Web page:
• Re:Refund? (Score:4, Interesting)

    by Anonymous Coward on Thursday December 20, 2012 @06:35PM (#42353805)

    Samsung has paid a ton of money directly and through damage to reputation defending themselves.

    Effective anti-patent troll reform would make patent holder, if loser, pay some factor say 10 x (costs to defend + what they were asking as damages to the party they were suing + lost sales + etc.).

    Of course, Apple has lost much of the tech segment as customers due to their trolling, but that is a tiny bit of their income. Getting spanked for $10-50 Billion once or twice would make them re-think their troll strategy-- if it didn't change minds of board members / C execs, the shareholders would revolt to the same effect.

  • Re:Sick of this (Score:5, Interesting)

    by bill_mcgonigle (4333) * on Thursday December 20, 2012 @06:43PM (#42353895) Homepage Journal


    The system has always been equally broken before

    Agreed.

    but it's a select few companies ...

    Who have finally taken full advantage of all the abuse the system provides for. We need to recognize that the system is inherently broken and needs to be abolished and/or replaced. And only replaced if there's some way to show that the replacement won't have detrimental unintended consequences.

    Just because the law says it's okay to be a jerk doesn't mean it's okay when you actually do it.

    And there are many ways to be a jerk, even on societal levels. Interesting chart here [theatlantic.com] that completely invalidates the idea that copyright promotes the arts. Same with patents for the useful sciences.

    If the Internet has taught us one thing, it's that very few ideas are actually unique. The patent system has just become a race to see who has the most and fastest lawyers who can file a patent for as many ideas as can be floated, ability or intent to implement be damned. Execution is what really matters now when it comes to advancing technology and nobody needs to make up imaginary property rights for a good management team to succeed.

    But IP does maximize profits for certain corporations, created by the government, feeding money (and by extension power) back to the same government players. That's what we call a positive feedback loop. If there's a silver lining, positive feedback loops cause instability and usually lead to collapse, ending the cycle. Unfortunately, those collapses often damage everything around them when they let go.

  • Re:Sick of this (Score:3, Interesting)

    by Blue Stone (582566) on Thursday December 20, 2012 @06:45PM (#42353921) Homepage Journal

    >"The industry" was working together just fine; there weren't actually that many lawsuits between companies like Palm, Nokia, and Microsoft. Apple, however, came in as a newbie, took everybody else's ideas, put them in a nice shiny box, and started patenting and suing everybody.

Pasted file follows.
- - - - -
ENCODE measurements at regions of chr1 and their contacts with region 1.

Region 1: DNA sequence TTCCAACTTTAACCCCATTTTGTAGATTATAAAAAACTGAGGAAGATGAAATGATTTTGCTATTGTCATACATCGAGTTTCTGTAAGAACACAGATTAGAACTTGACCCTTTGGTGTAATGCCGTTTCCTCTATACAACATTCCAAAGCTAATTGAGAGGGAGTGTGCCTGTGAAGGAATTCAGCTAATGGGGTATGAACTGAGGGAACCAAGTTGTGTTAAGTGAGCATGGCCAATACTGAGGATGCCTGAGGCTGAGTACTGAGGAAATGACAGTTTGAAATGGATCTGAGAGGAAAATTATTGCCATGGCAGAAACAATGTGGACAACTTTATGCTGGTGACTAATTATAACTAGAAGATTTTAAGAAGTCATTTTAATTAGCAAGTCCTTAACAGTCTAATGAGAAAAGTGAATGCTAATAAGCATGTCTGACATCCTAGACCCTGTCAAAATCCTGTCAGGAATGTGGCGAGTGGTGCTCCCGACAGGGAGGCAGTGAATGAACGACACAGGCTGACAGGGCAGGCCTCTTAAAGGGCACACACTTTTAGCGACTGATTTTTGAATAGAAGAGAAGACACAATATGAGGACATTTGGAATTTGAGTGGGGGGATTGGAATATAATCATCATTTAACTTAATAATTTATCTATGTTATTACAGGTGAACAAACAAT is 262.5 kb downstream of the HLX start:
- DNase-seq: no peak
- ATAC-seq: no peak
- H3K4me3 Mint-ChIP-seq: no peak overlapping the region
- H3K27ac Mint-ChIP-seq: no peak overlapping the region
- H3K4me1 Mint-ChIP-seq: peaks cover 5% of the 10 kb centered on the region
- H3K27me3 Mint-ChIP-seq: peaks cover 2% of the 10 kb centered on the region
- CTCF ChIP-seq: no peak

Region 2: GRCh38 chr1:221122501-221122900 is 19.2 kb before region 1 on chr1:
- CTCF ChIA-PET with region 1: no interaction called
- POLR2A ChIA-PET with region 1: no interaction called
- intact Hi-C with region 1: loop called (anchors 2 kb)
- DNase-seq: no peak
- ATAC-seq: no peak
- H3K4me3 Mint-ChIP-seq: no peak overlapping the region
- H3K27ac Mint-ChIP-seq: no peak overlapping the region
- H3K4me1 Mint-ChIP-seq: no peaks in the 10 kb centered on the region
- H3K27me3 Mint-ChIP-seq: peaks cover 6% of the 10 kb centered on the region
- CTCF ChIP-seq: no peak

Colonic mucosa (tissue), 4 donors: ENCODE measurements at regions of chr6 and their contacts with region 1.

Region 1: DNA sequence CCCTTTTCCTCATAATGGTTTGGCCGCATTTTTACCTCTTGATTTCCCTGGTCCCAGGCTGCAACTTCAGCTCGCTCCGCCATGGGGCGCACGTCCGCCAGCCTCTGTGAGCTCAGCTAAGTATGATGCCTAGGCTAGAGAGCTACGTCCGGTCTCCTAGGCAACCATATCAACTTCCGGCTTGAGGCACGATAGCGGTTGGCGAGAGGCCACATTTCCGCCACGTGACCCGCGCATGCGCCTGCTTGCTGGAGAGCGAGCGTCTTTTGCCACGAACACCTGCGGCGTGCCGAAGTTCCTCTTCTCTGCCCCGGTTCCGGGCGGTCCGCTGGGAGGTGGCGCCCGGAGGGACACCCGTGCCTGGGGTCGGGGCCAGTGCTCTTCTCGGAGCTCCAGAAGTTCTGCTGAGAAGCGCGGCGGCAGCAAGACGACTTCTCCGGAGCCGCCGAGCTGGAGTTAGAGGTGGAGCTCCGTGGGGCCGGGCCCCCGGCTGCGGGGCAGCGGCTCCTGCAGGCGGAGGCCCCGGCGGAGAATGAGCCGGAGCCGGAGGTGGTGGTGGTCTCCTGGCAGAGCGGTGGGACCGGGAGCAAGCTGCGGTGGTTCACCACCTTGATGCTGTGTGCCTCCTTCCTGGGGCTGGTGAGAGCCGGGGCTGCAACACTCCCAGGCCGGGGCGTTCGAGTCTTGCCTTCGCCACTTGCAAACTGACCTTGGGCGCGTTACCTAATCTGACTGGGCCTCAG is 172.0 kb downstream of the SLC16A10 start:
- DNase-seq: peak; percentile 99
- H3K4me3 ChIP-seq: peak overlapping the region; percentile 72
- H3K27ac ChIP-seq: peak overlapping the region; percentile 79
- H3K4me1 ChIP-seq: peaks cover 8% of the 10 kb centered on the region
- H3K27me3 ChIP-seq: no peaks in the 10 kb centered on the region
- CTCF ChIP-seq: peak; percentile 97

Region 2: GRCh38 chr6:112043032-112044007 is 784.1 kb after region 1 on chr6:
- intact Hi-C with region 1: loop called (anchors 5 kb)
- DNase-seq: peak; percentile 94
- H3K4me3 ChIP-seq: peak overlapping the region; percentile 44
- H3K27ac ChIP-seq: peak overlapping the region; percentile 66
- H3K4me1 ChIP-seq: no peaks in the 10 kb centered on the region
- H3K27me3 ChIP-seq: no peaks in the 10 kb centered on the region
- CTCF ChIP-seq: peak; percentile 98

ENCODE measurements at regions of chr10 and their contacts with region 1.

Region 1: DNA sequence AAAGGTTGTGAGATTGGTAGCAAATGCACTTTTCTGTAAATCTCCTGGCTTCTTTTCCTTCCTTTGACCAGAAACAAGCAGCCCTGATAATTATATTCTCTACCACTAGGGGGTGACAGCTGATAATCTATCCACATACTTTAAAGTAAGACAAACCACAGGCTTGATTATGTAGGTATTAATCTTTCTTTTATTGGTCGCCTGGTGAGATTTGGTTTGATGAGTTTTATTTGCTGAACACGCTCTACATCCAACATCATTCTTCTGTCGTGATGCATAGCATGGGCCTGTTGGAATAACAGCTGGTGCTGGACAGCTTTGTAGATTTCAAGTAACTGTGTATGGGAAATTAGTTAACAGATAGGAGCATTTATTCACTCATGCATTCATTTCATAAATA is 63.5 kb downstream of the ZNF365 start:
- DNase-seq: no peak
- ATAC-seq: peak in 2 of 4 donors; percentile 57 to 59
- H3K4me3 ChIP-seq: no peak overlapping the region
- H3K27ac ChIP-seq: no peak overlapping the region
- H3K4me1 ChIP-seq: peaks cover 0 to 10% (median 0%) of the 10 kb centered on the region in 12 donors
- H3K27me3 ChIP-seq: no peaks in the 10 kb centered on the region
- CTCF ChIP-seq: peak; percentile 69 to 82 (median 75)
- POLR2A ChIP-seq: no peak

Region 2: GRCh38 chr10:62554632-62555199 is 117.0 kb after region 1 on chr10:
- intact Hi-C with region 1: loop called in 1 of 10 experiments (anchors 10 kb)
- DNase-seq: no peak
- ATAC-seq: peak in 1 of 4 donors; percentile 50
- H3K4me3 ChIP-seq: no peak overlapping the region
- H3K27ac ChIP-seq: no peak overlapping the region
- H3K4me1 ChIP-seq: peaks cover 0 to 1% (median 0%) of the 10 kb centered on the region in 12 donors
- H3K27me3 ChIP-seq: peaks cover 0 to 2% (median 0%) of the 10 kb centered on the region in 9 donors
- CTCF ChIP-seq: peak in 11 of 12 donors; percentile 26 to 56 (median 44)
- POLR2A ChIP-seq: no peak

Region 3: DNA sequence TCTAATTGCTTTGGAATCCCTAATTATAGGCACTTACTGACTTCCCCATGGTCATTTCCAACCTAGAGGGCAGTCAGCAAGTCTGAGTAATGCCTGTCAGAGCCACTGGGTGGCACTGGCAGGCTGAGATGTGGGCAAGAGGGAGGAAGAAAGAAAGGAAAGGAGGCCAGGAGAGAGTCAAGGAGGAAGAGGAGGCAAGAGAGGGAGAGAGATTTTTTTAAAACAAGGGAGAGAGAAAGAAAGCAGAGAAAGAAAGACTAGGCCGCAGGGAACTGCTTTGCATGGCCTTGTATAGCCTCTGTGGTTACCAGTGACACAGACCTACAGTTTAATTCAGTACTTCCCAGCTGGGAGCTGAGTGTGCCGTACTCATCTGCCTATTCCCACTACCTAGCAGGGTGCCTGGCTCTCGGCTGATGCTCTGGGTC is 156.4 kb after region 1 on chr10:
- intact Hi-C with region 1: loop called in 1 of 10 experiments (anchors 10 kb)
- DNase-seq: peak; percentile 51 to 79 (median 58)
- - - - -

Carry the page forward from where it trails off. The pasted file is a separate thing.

Hell, Apple are not even unique in that respect.

    When Marconi got a patent on wireless telegraphy in England, the rule was that you MUST NOT reveal the workings of the patented device before the patent was granted. Marconi presented a closed box, which worked as described and got his patent. Then they opened the box and found that it was just someone elses' method that was already publicly known. Nothing unique at all.

    Then he laughed all the way to the bank.

    Steve Jobs, in many ways was just the Marconi of his day. Not even unique in being a bit of a carpetbagger.

  • Re:Sick of this (Score:5, Interesting)

    by erroneus (253617) on Thursday December 20, 2012 @07:12PM (#42354155) Homepage

    Many Apple fans rejoiced. There was a lot of "in your face" and "got what they deserved" in response to the rulings followed by desperate attempts to justify a dishonest juror and the major crap he pulled. He "sent a message" alright. Problem is, just like other 'bad guys' he was stupid enough to brag about it. Had he said "it was a tough decision, but I felt the evidence was in Apple's favor and the other jurors agreed" things might be a little different right now.

    But let's say the judge in this case was shown to have a LOT of Apple stock. Her failure to recuse herself would result in another trial even after the verdict was presented. But this was a juror. Jurors need special treatment in nearly every case simply because it's hard enough to select and agree upon the constitutionally guaranteed jury for matters such as these. If they were not almost completely immune to charges of misconduct, people would be even LESS willing to be on the jury. So you have to understand that the system will tread lightly on matters such as these. But have a look at this if you want to know more about jury misconduct:

    http://www.capdefnet.org/hat/contents/constitutional_issues/jury_misconduct/jury_misconduct.htm [capdefnet.org]

    Interestingly, dishonesty in voir dire is at the top of the list and yet somehow, the judge in this case is willing to ignore that.

    And you make a good point. After the trial, there was a spike in GS3 sales. Where I work, a LOT of iPhone users have managed to switch over to GS3 or other Androids... one of my co-workers, much to my disgust, even bought multiple Nexus 4s so he could make disgusting profits. People like him are the reason why many of us couldn't get one the first time around. "Thanks asshole" but I wasn't stupid enough to buy one from these pirates.

    My point is that android is really taking over and Apple iThing fans are changing hearts. I see it everywhere. I know... I'm not a good sample observer. But it would be interesting to see what the current usage trends are. Anyone know where to look for data on the subject?

  • Re:Sick of this (Score:1, Interesting)

    by ojak (1857004) on Thursday December 20, 2012 @07:24PM (#42354303)

    Um... I'm no fan of all the lawsuits, patents, etc, but honestly, does anybody actually remember what cell phones were like before the iPhone came out? They were just awful. I built a catapult for my Motorola Q just so I could launch it off my roof.

    I'm no fan of Apple's lawsuits, but I also can admit that they did move the ball forward by leaps and bounds beyond the plastic pieces of shit we were all messing with in 2006.